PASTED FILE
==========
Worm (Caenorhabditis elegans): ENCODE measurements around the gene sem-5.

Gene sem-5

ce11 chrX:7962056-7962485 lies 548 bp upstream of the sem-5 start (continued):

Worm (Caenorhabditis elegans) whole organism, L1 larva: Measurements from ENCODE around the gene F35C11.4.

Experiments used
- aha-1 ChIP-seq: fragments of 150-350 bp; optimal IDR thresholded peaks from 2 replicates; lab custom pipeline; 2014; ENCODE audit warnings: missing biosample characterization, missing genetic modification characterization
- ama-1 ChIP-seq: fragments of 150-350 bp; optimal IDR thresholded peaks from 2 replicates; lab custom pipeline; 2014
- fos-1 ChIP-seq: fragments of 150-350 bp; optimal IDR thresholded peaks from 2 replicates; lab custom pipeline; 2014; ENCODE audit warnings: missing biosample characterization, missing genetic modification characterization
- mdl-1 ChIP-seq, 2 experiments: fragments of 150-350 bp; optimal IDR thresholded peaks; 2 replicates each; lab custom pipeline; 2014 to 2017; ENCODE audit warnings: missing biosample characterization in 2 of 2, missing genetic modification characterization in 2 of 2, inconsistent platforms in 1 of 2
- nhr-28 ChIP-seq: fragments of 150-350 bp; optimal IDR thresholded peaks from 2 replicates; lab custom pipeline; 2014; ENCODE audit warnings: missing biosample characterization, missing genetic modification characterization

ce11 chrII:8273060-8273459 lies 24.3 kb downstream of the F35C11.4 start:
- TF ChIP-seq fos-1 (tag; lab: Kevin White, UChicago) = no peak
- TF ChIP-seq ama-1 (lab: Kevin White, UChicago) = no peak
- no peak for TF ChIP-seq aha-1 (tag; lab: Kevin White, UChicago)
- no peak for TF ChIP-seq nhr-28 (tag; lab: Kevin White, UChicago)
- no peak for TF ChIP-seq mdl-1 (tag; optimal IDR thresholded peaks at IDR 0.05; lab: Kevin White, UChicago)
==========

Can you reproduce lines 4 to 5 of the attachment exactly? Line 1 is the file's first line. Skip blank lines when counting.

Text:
Worm (Caenorhabditis elegans) whole organism, L1 larva: Measurements from ENCODE around the gene F35C11.4.

Experiments used